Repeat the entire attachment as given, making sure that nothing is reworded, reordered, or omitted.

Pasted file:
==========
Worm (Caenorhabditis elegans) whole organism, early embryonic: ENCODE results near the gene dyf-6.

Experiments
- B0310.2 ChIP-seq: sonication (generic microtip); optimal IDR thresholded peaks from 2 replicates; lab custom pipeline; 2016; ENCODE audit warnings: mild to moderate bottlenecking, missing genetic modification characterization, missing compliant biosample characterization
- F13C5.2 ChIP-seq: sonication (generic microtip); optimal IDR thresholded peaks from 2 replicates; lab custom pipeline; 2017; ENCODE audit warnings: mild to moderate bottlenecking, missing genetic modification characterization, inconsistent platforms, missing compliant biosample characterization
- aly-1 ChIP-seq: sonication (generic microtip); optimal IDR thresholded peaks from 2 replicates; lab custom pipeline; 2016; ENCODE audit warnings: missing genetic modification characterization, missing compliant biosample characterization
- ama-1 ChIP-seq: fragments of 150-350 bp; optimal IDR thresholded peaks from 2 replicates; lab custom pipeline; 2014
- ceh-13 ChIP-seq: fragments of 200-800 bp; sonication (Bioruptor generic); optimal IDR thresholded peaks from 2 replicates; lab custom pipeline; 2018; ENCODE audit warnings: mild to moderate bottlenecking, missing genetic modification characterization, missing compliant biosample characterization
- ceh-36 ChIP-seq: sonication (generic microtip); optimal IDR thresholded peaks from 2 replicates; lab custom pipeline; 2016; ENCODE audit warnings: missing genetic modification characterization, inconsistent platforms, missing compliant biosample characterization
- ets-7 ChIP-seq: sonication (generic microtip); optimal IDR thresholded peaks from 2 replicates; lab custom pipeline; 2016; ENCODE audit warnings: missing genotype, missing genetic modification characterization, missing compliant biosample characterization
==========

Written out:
Worm (Caenorhabditis elegans) whole organism, early embryonic: ENCODE results near the gene dyf-6.

Experiments
- B0310.2 ChIP-seq: sonication (generic microtip); optimal IDR thresholded peaks from 2 replicates; lab custom pipeline; 2016; ENCODE audit warnings: mild to moderate bottlenecking, missing genetic modification characterization, missing compliant biosample characterization
- F13C5.2 ChIP-seq: sonication (generic microtip); optimal IDR thresholded peaks from 2 replicates; lab custom pipeline; 2017; ENCODE audit warnings: mild to moderate bottlenecking, missing genetic modification characterization, inconsistent platforms, missing compliant biosample characterization
- aly-1 ChIP-seq: sonication (generic microtip); optimal IDR thresholded peaks from 2 replicates; lab custom pipeline; 2016; ENCODE audit warnings: missing genetic modification characterization, missing compliant biosample characterization
- ama-1 ChIP-seq: fragments of 150-350 bp; optimal IDR thresholded peaks from 2 replicates; lab custom pipeline; 2014
- ceh-13 ChIP-seq: fragments of 200-800 bp; sonication (Bioruptor generic); optimal IDR thresholded peaks from 2 replicates; lab custom pipeline; 2018; ENCODE audit warnings: mild to moderate bottlenecking, missing genetic modification characterization, missing compliant biosample characterization
- ceh-36 ChIP-seq: sonication (generic microtip); optimal IDR thresholded peaks from 2 replicates; lab custom pipeline; 2016; ENCODE audit warnings: missing genetic modification characterization, inconsistent platforms, missing compliant biosample characterization
- ets-7 ChIP-seq: sonication (generic microtip); optimal IDR thresholded peaks from 2 replicates; lab custom pipeline; 2016; ENCODE audit warnings: missing genotype, missing genetic modification characterization, missing compliant biosample characterization